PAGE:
By Hannah Brandt
On Thursday, September 29, just days after the October edition of Community Alliance was published, I attended the public bargaining meeting for the Fresno Teachers Association. According to the organizers of the event, around 200 people, mostly educators and support staff, showed up to make their voices heard. The multi-purpose room of the Westside Church of God was packed to the gills. My mother is a high school teacher and we ended up sitting with a group of school nurses. A sense of frustration rippled from table to table that had clearly built up over months if not years. The meeting came to a halt with a chorus of boos directed at Fresno Unified school district officials when they refused to negotiate at the meeting.
For the first time, the Fresno Teachers Association (FTA) asked community members, including parents, to participate in collective bargaining and allowed the media to observe. In past years, negotiations have been behind closed doors, but FTA president, Tish Rice, and executive director, Louis Jamerson, stressed the fact that the teachers’ union is striving for openness in these negotiations. When Peter Schaffert, the lawyer for the district, claimed that by doing so the union was “basically breaking the law,” Mo Kashmiri, associate director for FTA, a lawyer and former labor representative for the California Nurses Association, asked why the district is afraid of transparency. While this strategy is new for educators in the City of Fresno, such bargaining by teachers’ unions is done elsewhere in California.
Fresno Unified claims that their contract with FTA states that those individuals participating in the negotiation must be identified ahead of time. In the past, they have never worked with more than a dozen people. They flatly refused to negotiate except if a handful of people agreed to meet privately in another room. Executive director Jamerson had the floor at the time and asked the crowd whether they would accept the district’s terms. The response was a resounding no.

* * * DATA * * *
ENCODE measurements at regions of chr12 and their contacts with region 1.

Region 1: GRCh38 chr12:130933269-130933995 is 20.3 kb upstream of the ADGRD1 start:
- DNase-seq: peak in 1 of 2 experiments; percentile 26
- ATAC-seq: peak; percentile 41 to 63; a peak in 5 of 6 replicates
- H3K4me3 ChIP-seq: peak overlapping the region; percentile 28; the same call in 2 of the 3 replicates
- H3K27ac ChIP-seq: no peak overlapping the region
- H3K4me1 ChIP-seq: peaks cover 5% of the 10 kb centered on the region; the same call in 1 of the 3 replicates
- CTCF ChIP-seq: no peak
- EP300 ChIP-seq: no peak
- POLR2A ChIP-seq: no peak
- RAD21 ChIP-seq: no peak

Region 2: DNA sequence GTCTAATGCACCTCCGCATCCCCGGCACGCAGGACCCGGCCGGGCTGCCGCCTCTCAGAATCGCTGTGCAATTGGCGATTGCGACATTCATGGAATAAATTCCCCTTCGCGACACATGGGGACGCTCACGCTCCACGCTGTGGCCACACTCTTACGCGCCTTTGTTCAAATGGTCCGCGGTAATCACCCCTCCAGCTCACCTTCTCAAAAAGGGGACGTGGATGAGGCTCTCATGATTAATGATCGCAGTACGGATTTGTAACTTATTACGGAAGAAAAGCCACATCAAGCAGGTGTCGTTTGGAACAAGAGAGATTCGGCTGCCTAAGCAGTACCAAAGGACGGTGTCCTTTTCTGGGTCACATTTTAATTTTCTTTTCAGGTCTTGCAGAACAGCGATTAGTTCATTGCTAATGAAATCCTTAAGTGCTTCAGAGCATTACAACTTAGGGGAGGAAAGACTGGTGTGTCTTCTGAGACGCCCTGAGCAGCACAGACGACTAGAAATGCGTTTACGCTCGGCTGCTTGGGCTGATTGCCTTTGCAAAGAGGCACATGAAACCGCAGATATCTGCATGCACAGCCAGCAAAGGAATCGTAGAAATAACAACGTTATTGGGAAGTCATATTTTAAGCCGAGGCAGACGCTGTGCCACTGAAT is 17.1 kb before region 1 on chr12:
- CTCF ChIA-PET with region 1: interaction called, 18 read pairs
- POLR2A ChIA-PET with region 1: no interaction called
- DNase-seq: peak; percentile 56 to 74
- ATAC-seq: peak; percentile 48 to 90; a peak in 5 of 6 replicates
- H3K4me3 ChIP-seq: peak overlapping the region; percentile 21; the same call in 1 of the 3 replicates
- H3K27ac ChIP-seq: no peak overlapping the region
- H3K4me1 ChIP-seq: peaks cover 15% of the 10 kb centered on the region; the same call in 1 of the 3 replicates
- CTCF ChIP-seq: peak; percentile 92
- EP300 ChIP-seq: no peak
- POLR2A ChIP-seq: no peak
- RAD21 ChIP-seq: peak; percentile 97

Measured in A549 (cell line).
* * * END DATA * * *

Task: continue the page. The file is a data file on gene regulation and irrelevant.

The argument FTA made is that everyone in the room was a “person with special knowledge relevant to the negotiations” and as such, was eligible to contribute. Schaffert denounced it as “town-hall bargaining.” FTA’s legal advisers say there is no limit on the number of people for such negotiations established in the agreement. FUSD also balked at the scope of the contract demands, which included decreasing class sizes, putting a school nurse and social worker or psychiatrist at every school location, as well as a campus safety advisor at each campus.
After returning from giving the district officials the educators’ response, Jamerson said. “I think you scared them a little. If they walk out today, that’s okay. That means you all won tonight. They should know we’re committed to this. There’s too much at stake.” Getting the group fired up, he said that it is important that everyone come back for the next meeting and bring more people with them. He said he wants to see a room twice as big packed the same way. FTA leadership and most teachers in the room said they would not back down without a fight.
The nurses we talked to said there are several schools in Fresno Unified where a nurse is only assigned to be on site once a week. My mother has had class loads so large she has had to put desks outside the door of her small classroom because there is not an inch of space left for students. The consensus at our table, and in the room, was simple: “Our kids deserve better.”
Hannah Brandt is the editor of Community Alliance newspaper. You can follow her on Twitter and Instagram at @HannahBP2. Follow the paper on Facebook at Community Alliance Newspaper and on Twitter and Instagram @fresnoalliance.